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I think fraud and abuse are big issues. I have never been scammed personally, but I have had bidders just decide to not pay. What then? My only recourse was to have him kicked out of the bidding site. Not much of a penalty.

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January 13, 2012, 08:21:05 PM
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support bitmit and me... i have some cool vinyl stickers up for sale... "Bitcoin: In Crypto We Trust" Tshirts comin too.

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DeathAndTaxes
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January 13, 2012, 08:49:07 PM
 #9

An auction sites becomes exponentially more valueable as the number of products and number of buyers increase.

Given ebay already exists it is very tough to bootstrap one from nothing.  Likely it is going to require some real capital and no two college guys w/ a shared hosting account and a willingess to write some php is not capital. Smiley

A company with deep enough pockets can subsidize the venture.   They could do things like create a browser plug in so if you go to ebay it will notify you if that is available on the bit auction site.  They can advertize.  They can run promos (like $10 off your first bid).  They can hire companies to create volume (mass sellers). 

It can be done but it takes some real capital.  Right now Bitcoin is just too small.
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January 13, 2012, 09:03:30 PM
 #10

Network effects (people go where there are already other people), and currency risks (5 day auction could result in you paying twice as much, value-wise, as you originally intended to, if bitcoin value spikes up in price). It may be near impossible to take out eBay even if/when bitcoin stabilizes due to the networking effects, since even higher fees will be outweighed by more bidders competing for your product.

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January 13, 2012, 09:13:05 PM
 #11

i've seen alot of them start and die..
Really, the more that start, the worse off this is. If you want to start one. Stop, instead try to get involved with one already made, and make it better. Try to advertise it.
Without a critical mass of people selling and buying, then it won't work.

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fm1234
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January 13, 2012, 10:31:50 PM
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posted by DeathAndTaxes:
Quote
A company with deep enough pockets can subsidize the venture.    ...  It can be done but it takes some real capital.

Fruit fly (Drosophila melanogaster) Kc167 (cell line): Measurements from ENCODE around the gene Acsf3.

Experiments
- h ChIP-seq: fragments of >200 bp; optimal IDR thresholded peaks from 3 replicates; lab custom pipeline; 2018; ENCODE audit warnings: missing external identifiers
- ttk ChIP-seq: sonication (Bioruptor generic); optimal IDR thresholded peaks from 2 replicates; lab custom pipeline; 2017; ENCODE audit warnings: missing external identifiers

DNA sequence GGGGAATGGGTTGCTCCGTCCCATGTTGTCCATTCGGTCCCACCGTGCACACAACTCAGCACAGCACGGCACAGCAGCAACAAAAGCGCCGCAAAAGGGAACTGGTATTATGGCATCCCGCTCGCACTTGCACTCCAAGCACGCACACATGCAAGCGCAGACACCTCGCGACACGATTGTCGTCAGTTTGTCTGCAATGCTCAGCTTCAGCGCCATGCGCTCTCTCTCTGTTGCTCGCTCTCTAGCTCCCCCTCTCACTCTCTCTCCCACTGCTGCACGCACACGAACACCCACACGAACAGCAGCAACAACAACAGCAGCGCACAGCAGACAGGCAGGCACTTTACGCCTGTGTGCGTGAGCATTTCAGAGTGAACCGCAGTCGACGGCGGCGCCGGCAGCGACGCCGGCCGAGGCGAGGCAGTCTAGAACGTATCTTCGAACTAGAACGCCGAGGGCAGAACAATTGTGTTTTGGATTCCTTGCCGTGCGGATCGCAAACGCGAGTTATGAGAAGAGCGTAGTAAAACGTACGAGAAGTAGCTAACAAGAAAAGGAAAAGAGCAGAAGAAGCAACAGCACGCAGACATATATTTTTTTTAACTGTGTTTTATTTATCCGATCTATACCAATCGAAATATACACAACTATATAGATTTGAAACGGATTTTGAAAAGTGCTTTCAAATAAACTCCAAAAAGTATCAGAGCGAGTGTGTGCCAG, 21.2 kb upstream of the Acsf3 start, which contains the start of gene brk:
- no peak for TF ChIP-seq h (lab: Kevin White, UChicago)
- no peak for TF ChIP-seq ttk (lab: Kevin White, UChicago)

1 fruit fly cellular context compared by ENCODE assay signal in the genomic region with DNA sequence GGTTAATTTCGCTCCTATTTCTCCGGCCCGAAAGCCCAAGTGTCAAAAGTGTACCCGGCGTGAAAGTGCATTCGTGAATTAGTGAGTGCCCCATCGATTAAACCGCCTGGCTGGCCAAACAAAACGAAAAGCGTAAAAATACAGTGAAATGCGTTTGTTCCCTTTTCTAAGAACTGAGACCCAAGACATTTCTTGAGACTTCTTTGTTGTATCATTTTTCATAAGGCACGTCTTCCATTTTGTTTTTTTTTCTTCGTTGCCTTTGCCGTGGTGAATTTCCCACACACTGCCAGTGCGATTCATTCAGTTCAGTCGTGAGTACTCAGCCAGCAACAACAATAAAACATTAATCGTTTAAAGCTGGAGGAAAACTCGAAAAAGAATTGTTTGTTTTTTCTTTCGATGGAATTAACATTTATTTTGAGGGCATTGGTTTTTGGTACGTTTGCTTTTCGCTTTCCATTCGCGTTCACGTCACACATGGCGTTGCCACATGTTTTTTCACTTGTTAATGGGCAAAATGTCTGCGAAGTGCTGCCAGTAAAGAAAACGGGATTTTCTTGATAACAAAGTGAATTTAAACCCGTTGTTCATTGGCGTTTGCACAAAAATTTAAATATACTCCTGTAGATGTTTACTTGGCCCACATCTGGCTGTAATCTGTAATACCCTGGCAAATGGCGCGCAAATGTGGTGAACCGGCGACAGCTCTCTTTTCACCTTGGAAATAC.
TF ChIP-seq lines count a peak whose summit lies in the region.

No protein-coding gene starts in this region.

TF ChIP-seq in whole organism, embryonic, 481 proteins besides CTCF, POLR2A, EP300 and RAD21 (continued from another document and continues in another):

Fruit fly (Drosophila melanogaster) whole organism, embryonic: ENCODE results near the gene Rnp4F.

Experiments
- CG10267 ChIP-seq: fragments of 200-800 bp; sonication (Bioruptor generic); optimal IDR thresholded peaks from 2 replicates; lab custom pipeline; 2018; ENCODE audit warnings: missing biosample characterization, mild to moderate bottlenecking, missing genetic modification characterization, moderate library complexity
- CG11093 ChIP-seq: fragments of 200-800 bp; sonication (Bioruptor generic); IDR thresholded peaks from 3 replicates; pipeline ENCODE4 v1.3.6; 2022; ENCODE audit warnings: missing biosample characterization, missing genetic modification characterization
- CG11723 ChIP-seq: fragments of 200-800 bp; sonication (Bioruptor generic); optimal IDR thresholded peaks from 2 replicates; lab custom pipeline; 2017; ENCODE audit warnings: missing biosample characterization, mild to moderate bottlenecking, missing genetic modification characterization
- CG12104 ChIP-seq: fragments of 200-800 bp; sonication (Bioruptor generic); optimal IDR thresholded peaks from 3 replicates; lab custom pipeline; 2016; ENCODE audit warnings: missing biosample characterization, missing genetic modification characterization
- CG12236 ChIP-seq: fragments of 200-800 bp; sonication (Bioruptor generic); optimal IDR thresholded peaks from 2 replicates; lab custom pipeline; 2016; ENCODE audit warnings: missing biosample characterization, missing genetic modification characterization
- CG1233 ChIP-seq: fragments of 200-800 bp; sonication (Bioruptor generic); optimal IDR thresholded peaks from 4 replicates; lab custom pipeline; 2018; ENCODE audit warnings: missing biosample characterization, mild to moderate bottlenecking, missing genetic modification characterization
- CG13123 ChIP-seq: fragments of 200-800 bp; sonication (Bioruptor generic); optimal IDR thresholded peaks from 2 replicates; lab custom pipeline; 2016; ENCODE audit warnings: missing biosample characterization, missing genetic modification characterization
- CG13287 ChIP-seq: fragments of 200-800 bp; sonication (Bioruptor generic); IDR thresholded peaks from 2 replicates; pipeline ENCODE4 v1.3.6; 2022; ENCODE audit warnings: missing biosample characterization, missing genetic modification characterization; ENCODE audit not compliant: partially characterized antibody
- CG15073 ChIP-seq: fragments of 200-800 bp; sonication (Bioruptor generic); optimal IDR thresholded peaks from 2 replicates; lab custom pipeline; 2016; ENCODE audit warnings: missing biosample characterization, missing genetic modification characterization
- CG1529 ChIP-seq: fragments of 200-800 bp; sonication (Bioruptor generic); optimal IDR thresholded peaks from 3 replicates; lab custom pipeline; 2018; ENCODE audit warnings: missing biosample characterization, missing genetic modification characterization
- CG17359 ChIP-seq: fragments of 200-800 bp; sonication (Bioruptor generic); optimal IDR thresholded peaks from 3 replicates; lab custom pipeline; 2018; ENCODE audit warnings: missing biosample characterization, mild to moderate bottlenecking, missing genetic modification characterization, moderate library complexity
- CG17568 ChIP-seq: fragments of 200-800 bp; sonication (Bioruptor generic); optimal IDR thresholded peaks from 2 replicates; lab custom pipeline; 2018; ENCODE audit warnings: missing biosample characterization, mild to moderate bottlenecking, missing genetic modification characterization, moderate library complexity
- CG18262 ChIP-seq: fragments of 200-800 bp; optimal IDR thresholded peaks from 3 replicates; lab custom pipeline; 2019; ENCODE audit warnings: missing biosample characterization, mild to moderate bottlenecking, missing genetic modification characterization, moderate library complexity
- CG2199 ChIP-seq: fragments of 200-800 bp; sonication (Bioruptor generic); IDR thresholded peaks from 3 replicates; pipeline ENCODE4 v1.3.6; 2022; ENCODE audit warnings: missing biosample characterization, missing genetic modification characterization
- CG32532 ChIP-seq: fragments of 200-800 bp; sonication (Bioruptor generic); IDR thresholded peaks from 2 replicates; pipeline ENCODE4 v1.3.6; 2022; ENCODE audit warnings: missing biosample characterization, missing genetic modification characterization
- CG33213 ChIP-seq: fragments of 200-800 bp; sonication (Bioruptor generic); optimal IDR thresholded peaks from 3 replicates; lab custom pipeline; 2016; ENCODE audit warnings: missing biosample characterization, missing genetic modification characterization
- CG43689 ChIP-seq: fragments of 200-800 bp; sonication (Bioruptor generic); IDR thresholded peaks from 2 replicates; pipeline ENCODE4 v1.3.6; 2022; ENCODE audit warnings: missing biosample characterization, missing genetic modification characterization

Even capital and market clout didn't help Overstock.com or Amazon.com ... it's a much harder market to tap than people realise.   


Frank
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January 13, 2012, 10:46:04 PM
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the biggest hurdle to overcome in such platform is setting up and establishing effective dispute system which would protect the business, sellers and buyers
associated risks would probably add-on ebay like commission rate.
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January 13, 2012, 10:58:22 PM
 #14

This seems to be a prime use for Bitcoin: A place for online auctions but without the Ebay restrictions and fees. A few have been made, like Biddingpond, bitbid, and a few others I can't remember, but none of them seem to have more than a small handful of auctions at any time.

What is missing from these websites that would make them take off?

Customers!

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January 13, 2012, 11:01:33 PM
 #15

It's not the sites that are to blame,
just look at the other topic on how many bitcoins people have, most have 1000+
bitcoin has become exactly what we oh-so didnt want it to become, just a pump n dump, if 1% is using btc as a currency or commodity i think it's a lot.

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January 13, 2012, 11:21:20 PM
 #16

The market is not yet mature enough.  More people are on this board then on any of the bitcoin auction sites yet it is still hard to sell many non-bitcoin related items here.  This is not because people here are bad or cheap, it is just the number of people in the audience.  I put things here at a 10% discount to my ebay prices as about 1/4 of them sell.  I then take the item and sell i on ebay, in most cases it sells for 10% higher dollar value.  I price most items so they sell in a few days or one auction cycle.